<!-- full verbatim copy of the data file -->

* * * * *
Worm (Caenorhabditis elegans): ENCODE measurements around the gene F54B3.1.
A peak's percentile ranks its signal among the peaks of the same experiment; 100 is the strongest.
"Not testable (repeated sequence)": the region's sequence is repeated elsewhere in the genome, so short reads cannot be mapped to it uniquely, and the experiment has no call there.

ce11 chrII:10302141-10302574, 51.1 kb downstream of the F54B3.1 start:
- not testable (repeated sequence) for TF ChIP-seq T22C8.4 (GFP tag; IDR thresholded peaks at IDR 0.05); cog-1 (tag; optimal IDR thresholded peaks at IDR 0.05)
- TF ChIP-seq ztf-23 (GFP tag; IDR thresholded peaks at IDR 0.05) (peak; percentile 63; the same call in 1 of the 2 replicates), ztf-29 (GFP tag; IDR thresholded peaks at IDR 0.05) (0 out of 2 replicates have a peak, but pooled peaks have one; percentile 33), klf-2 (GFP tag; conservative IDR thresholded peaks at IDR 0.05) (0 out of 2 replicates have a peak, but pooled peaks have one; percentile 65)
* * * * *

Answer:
Worm (Caenorhabditis elegans): ENCODE measurements around the gene F54B3.1.
A peak's percentile ranks its signal among the peaks of the same experiment; 100 is the strongest.
"Not testable (repeated sequence)": the region's sequence is repeated elsewhere in the genome, so short reads cannot be mapped to it uniquely, and the experiment has no call there.

ce11 chrII:10302141-10302574, 51.1 kb downstream of the F54B3.1 start:
- not testable (repeated sequence) for TF ChIP-seq T22C8.4 (GFP tag; IDR thresholded peaks at IDR 0.05); cog-1 (tag; optimal IDR thresholded peaks at IDR 0.05)
- TF ChIP-seq ztf-23 (GFP tag; IDR thresholded peaks at IDR 0.05) (peak; percentile 63; the same call in 1 of the 2 replicates), ztf-29 (GFP tag; IDR thresholded peaks at IDR 0.05) (0 out of 2 replicates have a peak, but pooled peaks have one; percentile 33), klf-2 (GFP tag; conservative IDR thresholded peaks at IDR 0.05) (0 out of 2 replicates have a peak, but pooled peaks have one; percentile 65)